Israel skips key ceasefire meeting with Hamas over unanswered hostage questions, official says


Israel did not send a delegation to a Sunday ceasefire meeting with Hamas in Egypt due to lingering questions about hostages, an Israeli government official told The Associated Press.

The official spoke to the AP on condition of anonymity because they weren’t authorized to discuss the disputes with the media.

A Hamas delegation arrived in Cairo for the talks, billed as a possible final hurdle before an agreement that would halt the fighting in Gaza for six weeks. But by the evening, there was no sign of the Israelis.

Israeli media reported that the government is waiting to learn which hostages are alive and how many Palestinian prisoners Hamas seeks in exchange for each.

“There is no Israeli delegation in Cairo,” Ynet, the online version of Israel’s Yedioth Ahronoth newspaper, quoted unidentified Israeli officials as saying. “Hamas refuses to provide clear answers and therefore there is no reason to dispatch the Israeli delegation.”

WATCH | ‘Understanding’ reached for temporary ceasefire, U.S. says: 

U.S. says ‘understanding’ reached for temporary Israel-Hamas ceasefire

According to a senior U.S. official, an “understanding” outlining the parameters for a temporary pause in fighting in Gaza has been reached, and more negotiations are expected in Qatar this week.

Washington, a key ally of Israel, has insisted the ceasefire deal is close and should be in place in time to halt fighting by the start of the Muslim holy month of Ramadan, a week away. But the warring sides have given little sign in public of backing away from previous demands.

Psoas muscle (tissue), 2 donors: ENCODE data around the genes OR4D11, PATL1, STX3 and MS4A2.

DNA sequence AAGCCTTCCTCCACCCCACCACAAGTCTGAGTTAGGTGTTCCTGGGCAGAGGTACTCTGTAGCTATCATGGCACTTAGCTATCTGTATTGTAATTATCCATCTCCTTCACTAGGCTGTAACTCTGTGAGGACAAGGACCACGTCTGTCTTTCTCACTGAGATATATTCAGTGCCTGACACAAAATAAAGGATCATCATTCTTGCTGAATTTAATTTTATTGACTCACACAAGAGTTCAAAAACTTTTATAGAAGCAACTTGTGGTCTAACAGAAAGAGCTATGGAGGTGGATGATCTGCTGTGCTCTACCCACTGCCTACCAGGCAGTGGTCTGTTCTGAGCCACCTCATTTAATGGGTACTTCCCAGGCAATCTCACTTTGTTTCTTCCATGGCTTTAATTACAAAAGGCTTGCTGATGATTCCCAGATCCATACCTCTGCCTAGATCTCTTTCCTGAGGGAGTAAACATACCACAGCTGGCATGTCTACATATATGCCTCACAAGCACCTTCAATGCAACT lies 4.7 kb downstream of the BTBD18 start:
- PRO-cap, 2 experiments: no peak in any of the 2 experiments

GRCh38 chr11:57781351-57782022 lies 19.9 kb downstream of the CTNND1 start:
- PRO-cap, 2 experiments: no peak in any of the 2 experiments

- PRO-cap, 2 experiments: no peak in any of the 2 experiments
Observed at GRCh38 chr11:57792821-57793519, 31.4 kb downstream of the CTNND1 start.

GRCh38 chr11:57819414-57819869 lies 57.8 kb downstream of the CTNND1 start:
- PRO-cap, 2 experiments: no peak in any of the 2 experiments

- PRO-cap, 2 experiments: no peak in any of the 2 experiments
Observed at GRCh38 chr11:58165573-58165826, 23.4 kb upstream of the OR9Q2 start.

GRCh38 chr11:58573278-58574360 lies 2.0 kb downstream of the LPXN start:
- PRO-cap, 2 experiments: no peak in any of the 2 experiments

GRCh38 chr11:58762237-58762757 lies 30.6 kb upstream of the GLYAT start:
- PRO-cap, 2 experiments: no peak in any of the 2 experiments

After the Hamas delegation arrived, a Palestinian official told Reuters the deal was “not yet there.” There was no official comment from Israel.

One source briefed on the talks had said on Saturday that Israel could stay away from Cairo unless Hamas first presented its full list of hostages who are still alive. A Palestinian source told Reuters that Hamas had so far rejected that demand.

In past negotiations, Hamas has sought to avoid discussing the well-being of individual hostages until after terms for their release are set.

People walk past posters of missing people on a wall with Israeli flags in the background
People walk past posters with photos of hostages kidnapped by Hamas in Tel Aviv on Saturday. (Carlos Garcia Rawlins/Reuters)

An agreement would bring the first extended truce of the war, which has raged for five months so far with just a week-long pause in November; dozens of hostages held by the militants would be freed in return for hundreds of Palestinian detainees during that time.

Israel declared war on Hamas following an Oct. 7 attack that saw 1,200 people killed and some 250 kidnapped by the Islamist militants, according to Israeli tallies. The government believes some 130 captives remain in Gaza, but officials believe at least 31 hostages are dead.

The subsequent military operation by Israel in Hamas-controlled Gaza has now killed more than 30,000 people, most of them women and children, Gaza health officials say.

Around 80 per cent of Gaza’s population of 2.3 million have fled their homes, and UN agencies say hundreds of thousands of Palestinians are on the brink of famine.

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